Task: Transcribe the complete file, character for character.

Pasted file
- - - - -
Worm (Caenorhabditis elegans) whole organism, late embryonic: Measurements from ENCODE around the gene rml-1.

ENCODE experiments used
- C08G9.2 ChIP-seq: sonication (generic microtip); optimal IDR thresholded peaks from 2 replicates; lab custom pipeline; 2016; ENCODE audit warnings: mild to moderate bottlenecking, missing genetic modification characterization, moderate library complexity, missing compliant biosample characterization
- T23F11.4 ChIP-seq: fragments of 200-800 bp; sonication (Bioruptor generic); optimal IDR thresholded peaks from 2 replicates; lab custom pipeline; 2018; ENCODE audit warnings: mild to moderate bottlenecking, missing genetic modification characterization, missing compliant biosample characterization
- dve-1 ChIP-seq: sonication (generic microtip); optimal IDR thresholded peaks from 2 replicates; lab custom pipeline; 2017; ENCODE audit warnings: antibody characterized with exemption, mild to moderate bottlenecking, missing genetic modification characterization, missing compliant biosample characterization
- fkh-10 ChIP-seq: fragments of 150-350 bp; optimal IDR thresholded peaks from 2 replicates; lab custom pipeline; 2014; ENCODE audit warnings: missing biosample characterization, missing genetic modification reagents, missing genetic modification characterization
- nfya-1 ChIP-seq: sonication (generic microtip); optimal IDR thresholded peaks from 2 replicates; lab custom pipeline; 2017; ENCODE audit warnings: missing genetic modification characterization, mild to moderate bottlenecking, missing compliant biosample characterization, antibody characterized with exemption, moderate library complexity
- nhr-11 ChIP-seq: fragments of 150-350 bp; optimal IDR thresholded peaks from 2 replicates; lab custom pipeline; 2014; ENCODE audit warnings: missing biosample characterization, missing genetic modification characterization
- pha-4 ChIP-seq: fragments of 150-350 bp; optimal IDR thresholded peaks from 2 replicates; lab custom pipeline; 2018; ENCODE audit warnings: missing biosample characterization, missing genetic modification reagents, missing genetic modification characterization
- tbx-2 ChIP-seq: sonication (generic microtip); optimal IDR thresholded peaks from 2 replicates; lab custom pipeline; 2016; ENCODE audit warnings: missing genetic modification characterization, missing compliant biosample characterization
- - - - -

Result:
Worm (Caenorhabditis elegans) whole organism, late embryonic: Measurements from ENCODE around the gene rml-1.

ENCODE experiments used
- C08G9.2 ChIP-seq: sonication (generic microtip); optimal IDR thresholded peaks from 2 replicates; lab custom pipeline; 2016; ENCODE audit warnings: mild to moderate bottlenecking, missing genetic modification characterization, moderate library complexity, missing compliant biosample characterization
- T23F11.4 ChIP-seq: fragments of 200-800 bp; sonication (Bioruptor generic); optimal IDR thresholded peaks from 2 replicates; lab custom pipeline; 2018; ENCODE audit warnings: mild to moderate bottlenecking, missing genetic modification characterization, missing compliant biosample characterization
- dve-1 ChIP-seq: sonication (generic microtip); optimal IDR thresholded peaks from 2 replicates; lab custom pipeline; 2017; ENCODE audit warnings: antibody characterized with exemption, mild to moderate bottlenecking, missing genetic modification characterization, missing compliant biosample characterization
- fkh-10 ChIP-seq: fragments of 150-350 bp; optimal IDR thresholded peaks from 2 replicates; lab custom pipeline; 2014; ENCODE audit warnings: missing biosample characterization, missing genetic modification reagents, missing genetic modification characterization
- nfya-1 ChIP-seq: sonication (generic microtip); optimal IDR thresholded peaks from 2 replicates; lab custom pipeline; 2017; ENCODE audit warnings: missing genetic modification characterization, mild to moderate bottlenecking, missing compliant biosample characterization, antibody characterized with exemption, moderate library complexity
- nhr-11 ChIP-seq: fragments of 150-350 bp; optimal IDR thresholded peaks from 2 replicates; lab custom pipeline; 2014; ENCODE audit warnings: missing biosample characterization, missing genetic modification characterization
- pha-4 ChIP-seq: fragments of 150-350 bp; optimal IDR thresholded peaks from 2 replicates; lab custom pipeline; 2018; ENCODE audit warnings: missing biosample characterization, missing genetic modification reagents, missing genetic modification characterization
- tbx-2 ChIP-seq: sonication (generic microtip); optimal IDR thresholded peaks from 2 replicates; lab custom pipeline; 2016; ENCODE audit warnings: missing genetic modification characterization, missing compliant biosample characterization